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September 28th, 2018, 02:05 PM  #1 
Newbie Joined: Sep 2018 From: Poland Posts: 3 Thanks: 0  Do you have F. Waismann's: Intro. to Mathematical Thinking
Friedrich Waismann: Introduction to Mathematical Thinking. The Formation of Concepts in Modern Mathematics. (14. Ultrareal numbers) If you have it, would you be so kind as to quote what it states about ultrareal numbers? My email: htg@interia.pl 
September 28th, 2018, 07:22 PM  #2 
Senior Member Joined: Aug 2012 Posts: 2,040 Thanks: 581 
Can't help with the book but found a reference on nLab. https://ncatlab.org/nlab/show/ultrareal+numbers where each operation is defined by iterating the previous one (the next operation in the sequence is pentation). The peculiarity of the tetration among these operations is that the first three (addition, multiplication and exponentiation) are generalized for complex values of n, while for tetration, no such regular generalization is yet established; and tetration is not considered an elementary function. Addition (a + n) is the most basic operation, multiplication (an) is also a primary operation, though for natural numbers it can be thought of as a chained addition involving n numbers a, and exponentiation (an) can be thought of as a chained multiplication involving n numbers a. Analogously, tetration (na) can be thought of as a chained power involving n numbers a. The parameter a may be called the baseparameter in the following, while the parameter n in the following may be called the heightparameter (which is integral in the first approach but may be generalized to fractional, real and complex heights. So it's essentially about abstract tetration. nLab is a site devoted to ncategories so I'm pretty sure that it's tetration on steroids. OP is this definition of ultrareal numbers the same or different as the usage in the book?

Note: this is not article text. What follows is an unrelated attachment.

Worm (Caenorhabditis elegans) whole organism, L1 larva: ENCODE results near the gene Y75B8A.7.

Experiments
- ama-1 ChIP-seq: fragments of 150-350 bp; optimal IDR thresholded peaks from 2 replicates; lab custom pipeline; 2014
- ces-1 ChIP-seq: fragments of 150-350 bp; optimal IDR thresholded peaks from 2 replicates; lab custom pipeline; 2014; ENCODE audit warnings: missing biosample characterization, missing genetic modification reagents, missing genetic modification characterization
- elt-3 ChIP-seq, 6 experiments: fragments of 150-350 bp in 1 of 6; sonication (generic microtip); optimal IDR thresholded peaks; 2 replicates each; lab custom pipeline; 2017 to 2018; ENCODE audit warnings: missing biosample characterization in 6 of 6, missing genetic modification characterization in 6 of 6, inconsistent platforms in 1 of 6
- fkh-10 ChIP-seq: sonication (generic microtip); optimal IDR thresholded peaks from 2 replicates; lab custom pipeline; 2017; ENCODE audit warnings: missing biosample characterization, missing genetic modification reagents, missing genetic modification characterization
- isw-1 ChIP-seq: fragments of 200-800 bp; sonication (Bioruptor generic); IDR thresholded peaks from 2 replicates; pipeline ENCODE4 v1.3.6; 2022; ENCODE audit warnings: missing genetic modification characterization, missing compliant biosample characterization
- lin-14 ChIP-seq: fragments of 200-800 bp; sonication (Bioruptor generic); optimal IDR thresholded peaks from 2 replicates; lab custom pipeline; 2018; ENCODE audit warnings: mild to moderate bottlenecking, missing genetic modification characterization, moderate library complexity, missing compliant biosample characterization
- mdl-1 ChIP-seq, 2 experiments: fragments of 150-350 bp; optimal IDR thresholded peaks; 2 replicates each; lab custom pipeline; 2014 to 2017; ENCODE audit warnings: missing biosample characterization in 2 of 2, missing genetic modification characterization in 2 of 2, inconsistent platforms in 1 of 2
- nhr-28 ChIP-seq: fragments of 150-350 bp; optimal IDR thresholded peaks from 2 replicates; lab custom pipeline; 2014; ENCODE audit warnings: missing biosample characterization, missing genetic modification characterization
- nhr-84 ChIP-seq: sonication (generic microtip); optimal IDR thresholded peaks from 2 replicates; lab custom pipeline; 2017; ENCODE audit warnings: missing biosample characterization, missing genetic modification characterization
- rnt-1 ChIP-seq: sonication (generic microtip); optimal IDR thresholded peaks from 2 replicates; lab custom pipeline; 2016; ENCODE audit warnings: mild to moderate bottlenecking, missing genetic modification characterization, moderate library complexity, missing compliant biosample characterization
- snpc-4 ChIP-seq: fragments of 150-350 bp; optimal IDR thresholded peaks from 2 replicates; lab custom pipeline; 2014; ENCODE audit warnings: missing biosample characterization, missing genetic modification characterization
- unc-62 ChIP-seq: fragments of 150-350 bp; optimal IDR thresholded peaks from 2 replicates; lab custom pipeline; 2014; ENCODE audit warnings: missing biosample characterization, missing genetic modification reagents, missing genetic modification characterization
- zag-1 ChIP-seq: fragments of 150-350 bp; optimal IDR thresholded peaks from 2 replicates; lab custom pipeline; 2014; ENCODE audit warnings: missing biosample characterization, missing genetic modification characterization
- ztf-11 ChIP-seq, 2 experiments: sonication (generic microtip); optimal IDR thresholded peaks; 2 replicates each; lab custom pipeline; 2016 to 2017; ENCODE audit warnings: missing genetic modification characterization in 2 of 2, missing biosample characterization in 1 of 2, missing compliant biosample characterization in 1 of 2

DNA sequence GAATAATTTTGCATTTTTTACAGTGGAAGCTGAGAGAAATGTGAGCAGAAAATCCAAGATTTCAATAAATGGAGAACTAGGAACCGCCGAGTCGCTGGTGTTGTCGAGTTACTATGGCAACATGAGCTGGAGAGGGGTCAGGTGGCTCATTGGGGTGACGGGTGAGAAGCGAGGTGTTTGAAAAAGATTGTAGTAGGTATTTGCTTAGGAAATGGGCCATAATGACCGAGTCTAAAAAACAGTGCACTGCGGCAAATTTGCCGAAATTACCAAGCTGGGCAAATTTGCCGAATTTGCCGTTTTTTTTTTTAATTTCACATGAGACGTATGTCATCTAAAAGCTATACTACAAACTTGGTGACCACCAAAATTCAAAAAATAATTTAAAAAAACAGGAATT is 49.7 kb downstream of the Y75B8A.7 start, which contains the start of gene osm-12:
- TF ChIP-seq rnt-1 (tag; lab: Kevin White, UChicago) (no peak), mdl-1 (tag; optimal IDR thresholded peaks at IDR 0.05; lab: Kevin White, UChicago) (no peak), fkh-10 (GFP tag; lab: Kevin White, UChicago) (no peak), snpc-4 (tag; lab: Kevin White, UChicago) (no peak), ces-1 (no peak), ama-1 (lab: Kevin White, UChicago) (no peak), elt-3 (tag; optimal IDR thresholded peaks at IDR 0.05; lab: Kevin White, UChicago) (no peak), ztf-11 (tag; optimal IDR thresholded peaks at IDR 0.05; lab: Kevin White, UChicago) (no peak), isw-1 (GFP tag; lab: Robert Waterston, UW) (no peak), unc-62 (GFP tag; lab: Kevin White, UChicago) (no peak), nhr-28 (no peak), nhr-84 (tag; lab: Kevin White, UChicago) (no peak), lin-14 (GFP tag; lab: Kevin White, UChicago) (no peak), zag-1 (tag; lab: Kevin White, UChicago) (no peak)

September 28th, 2018, 09:53 PM  #3 
Math Team Joined: Dec 2013 From: Colombia Posts: 7,445 Thanks: 2499 Math Focus: Mainly analysis and algebra  

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